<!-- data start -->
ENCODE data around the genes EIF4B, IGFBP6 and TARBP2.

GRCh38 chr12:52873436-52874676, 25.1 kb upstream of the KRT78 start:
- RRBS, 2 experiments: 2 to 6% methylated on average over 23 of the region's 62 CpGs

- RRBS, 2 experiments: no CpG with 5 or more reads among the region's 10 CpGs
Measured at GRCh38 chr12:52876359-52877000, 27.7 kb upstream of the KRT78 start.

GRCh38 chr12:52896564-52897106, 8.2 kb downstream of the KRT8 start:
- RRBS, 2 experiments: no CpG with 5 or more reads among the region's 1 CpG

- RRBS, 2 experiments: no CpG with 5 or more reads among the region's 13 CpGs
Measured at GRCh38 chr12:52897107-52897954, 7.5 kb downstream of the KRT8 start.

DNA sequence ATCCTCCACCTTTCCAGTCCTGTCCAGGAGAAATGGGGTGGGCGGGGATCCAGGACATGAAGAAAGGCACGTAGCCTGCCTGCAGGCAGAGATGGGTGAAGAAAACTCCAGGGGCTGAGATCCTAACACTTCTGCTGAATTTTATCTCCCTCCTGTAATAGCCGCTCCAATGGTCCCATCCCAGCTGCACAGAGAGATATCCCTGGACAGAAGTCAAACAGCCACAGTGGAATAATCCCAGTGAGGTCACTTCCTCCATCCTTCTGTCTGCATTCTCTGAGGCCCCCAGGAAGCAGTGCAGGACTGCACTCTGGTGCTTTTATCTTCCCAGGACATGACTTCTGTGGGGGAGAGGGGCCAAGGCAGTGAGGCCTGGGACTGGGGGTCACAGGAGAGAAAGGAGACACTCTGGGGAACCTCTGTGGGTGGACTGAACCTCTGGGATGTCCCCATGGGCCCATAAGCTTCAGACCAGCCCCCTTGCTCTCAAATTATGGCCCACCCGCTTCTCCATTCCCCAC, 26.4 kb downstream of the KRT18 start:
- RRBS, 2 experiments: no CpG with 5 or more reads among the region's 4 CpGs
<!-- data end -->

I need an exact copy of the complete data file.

ENCODE data around the genes EIF4B, IGFBP6 and TARBP2.

GRCh38 chr12:52873436-52874676, 25.1 kb upstream of the KRT78 start:
- RRBS, 2 experiments: 2 to 6% methylated on average over 23 of the region's 62 CpGs

- RRBS, 2 experiments: no CpG with 5 or more reads among the region's 10 CpGs
Measured at GRCh38 chr12:52876359-52877000, 27.7 kb upstream of the KRT78 start.

GRCh38 chr12:52896564-52897106, 8.2 kb downstream of the KRT8 start:
- RRBS, 2 experiments: no CpG with 5 or more reads among the region's 1 CpG

- RRBS, 2 experiments: no CpG with 5 or more reads among the region's 13 CpGs
Measured at GRCh38 chr12:52897107-52897954, 7.5 kb downstream of the KRT8 start.

DNA sequence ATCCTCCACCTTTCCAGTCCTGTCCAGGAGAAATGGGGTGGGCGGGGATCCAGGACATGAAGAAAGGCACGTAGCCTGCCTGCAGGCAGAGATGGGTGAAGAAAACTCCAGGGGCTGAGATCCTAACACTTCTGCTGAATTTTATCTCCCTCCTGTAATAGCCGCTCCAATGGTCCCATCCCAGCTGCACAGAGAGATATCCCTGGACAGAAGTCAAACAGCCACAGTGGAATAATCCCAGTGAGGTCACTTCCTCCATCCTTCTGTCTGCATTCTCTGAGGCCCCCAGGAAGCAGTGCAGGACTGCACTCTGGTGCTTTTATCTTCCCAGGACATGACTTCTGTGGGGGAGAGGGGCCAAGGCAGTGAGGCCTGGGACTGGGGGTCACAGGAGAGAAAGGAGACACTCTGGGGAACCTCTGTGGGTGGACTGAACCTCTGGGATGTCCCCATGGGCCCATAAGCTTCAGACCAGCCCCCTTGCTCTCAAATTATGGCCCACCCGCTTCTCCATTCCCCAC, 26.4 kb downstream of the KRT18 start:
- RRBS, 2 experiments: no CpG with 5 or more reads among the region's 4 CpGs